Civic Contribution Purpose:


Franklin's vision always seemed to align with creating something for the betterment. Be it the better of oneself, the betterment of knowledge, or the betterment of a town, Franklin worked hard to innovate as much he could for the better. From being the stepping stone that created libraries, fire departments, paved roads, to being an inspiration for the people through his writing featured in his paper, other papers, and even the pieces in his autobiography, Franklin's mission was simple, to improve everything around for the better of society.


Franklin supported project that he believed would improve the each citizen's life and the society's life as a whole. He was a visionary that often saw what society lacked before most noticed a lack themselves. As stated by Billy G. Smith in Benjamin Franklin, Civic Improver, "The initial energy that drover many early civic improvements emanated from the Leather Apron Club, subsequently called the Junto, founded by Franklin in 1727," (Smith 99). This showcases that Franklin made civic virtue his mission right at the beginning because he could see, as he travelled the streets of Philadelphia, it was necessary.  Franklin as stated by Bill Smith "credited Cotton Mather's Essays to Do Good as an inspiration for the club..."(Smith 100) Thus, Franklin's mission was simple, to do good for the good of the people. For example, the creation of the Debate Club in 1727 this club or the idea of debating an opinion other than in a political forum was not frequently thought about until Franklin saw that the younger generation would enjoy in discussing his own views. This later resulted in the finding of the American Philosophical Society in 1743. Also through the creation of the debate club he gave the idea that the debate club brings their books together in order to form a library. He then concocted the idea of opening a library for the public by asking the debate club to put together funds for the institution. In 1732 the Library Company of Philadelphia was created.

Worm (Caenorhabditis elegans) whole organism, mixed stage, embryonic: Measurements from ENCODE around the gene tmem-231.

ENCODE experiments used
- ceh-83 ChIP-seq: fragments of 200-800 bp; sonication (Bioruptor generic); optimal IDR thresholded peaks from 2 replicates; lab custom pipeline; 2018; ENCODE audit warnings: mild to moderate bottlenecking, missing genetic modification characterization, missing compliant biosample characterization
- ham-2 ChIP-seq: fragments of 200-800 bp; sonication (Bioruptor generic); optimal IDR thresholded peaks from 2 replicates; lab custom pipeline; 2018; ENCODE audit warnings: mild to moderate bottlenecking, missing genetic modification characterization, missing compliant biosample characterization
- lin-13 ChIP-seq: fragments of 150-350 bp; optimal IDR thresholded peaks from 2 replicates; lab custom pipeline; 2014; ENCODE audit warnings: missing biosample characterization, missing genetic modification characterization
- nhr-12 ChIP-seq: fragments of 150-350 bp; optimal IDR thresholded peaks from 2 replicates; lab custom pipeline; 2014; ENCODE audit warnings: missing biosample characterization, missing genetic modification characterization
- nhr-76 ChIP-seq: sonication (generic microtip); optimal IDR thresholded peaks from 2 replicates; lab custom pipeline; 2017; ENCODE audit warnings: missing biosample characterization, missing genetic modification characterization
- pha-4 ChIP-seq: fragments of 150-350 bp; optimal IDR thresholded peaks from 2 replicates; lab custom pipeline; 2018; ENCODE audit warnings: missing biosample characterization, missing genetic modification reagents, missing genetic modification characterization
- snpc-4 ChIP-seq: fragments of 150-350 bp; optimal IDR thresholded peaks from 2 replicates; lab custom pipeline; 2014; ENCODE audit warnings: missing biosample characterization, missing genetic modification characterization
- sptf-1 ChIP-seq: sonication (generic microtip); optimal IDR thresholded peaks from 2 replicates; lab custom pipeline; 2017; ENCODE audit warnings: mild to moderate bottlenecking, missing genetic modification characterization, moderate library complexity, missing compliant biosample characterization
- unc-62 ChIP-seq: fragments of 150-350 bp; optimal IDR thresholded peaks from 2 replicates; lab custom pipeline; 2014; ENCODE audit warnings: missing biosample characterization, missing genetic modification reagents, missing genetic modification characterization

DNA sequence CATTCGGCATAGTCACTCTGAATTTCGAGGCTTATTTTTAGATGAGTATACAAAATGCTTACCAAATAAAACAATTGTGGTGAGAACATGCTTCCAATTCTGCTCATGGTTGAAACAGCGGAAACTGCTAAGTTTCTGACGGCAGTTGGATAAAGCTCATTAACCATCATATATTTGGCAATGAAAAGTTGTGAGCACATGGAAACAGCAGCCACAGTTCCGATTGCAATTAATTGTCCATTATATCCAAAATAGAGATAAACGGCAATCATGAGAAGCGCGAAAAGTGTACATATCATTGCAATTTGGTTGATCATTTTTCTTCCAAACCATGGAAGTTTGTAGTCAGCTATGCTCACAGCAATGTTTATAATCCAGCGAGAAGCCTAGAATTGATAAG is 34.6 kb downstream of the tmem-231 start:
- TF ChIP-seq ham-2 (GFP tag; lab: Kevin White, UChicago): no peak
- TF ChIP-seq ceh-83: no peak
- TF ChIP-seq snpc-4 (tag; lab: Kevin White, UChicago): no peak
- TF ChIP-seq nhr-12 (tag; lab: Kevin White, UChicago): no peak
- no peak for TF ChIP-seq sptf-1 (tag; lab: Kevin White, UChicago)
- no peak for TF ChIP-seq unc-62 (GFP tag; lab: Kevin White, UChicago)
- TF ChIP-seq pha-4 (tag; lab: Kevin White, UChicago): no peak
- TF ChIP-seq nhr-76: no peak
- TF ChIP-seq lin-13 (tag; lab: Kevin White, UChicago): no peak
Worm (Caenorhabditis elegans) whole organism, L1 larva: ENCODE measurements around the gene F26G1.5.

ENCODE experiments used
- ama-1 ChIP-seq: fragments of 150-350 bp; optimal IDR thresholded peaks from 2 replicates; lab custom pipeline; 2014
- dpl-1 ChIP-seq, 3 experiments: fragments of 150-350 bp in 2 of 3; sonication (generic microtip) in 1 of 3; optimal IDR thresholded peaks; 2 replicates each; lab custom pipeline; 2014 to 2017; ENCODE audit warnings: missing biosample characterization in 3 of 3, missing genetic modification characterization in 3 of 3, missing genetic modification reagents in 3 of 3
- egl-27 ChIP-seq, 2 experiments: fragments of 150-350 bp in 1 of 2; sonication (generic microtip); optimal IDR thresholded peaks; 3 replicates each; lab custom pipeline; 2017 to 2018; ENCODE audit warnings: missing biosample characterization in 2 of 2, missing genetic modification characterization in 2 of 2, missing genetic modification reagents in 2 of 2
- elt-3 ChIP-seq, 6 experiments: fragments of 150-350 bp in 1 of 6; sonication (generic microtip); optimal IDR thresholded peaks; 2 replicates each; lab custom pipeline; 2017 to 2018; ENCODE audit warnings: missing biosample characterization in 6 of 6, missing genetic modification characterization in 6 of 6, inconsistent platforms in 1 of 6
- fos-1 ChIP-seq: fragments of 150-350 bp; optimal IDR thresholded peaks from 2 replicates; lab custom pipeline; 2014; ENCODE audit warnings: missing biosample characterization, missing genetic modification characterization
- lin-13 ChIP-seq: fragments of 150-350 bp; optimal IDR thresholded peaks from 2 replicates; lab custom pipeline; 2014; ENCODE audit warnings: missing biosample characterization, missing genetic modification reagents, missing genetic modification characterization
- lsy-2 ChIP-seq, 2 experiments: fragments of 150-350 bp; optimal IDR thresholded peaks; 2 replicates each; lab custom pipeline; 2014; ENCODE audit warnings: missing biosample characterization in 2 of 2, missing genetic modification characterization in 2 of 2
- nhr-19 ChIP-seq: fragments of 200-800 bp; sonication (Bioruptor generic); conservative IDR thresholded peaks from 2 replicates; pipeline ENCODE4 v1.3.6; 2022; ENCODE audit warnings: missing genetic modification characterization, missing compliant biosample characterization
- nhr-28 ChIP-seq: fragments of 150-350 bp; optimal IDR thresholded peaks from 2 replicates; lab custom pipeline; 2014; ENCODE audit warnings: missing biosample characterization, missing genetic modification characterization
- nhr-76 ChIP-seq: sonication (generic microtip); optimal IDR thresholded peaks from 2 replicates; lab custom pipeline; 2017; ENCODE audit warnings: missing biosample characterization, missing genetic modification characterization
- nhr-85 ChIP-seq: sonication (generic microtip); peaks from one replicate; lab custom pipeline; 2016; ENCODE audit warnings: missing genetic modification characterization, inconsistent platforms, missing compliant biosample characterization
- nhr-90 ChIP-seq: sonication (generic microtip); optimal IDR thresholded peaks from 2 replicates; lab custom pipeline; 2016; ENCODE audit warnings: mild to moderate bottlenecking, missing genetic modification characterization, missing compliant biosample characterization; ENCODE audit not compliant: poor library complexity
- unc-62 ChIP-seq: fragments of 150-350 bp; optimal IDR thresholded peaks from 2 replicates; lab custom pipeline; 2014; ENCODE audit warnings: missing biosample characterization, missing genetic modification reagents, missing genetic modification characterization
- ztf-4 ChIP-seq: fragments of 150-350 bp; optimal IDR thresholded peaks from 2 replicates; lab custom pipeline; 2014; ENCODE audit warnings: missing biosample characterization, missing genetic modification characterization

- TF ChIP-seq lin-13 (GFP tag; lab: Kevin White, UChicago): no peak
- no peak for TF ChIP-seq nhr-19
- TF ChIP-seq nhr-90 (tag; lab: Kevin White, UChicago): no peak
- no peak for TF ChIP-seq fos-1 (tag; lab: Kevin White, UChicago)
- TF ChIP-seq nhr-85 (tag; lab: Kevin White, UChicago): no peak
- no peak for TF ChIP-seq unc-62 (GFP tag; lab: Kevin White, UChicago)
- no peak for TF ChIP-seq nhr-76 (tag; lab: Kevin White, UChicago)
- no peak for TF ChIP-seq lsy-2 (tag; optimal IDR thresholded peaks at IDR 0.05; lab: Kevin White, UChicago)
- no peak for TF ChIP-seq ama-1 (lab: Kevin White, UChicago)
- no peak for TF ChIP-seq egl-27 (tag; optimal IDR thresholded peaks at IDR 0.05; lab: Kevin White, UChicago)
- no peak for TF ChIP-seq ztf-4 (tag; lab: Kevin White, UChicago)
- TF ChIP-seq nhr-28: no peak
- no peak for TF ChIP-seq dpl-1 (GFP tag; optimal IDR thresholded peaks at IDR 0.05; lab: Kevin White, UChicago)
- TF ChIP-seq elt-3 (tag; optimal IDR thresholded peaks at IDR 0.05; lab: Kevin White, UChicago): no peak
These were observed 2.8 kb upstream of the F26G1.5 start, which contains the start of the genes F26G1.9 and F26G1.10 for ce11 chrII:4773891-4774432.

Franklin created an opportunity for many to indulge in the classics as he did as a child in order to educate himself properly. As stated by Smith "Franklin wrote a motto for the Library Company that found godly approval for public service: "To pour forth benefits for the common good is divine,"" (Smith 103). This depicts that Franklin wanted to put forth the good that he believed everyone deserved as a citizen, in this example, a right to a fruitful self-education. Franklin's desire for education of a society and his sentiment of each individual's responsibility of an education for himself was made possible by his own innovation. Franklin was pleased, but he certainly didn't stop there.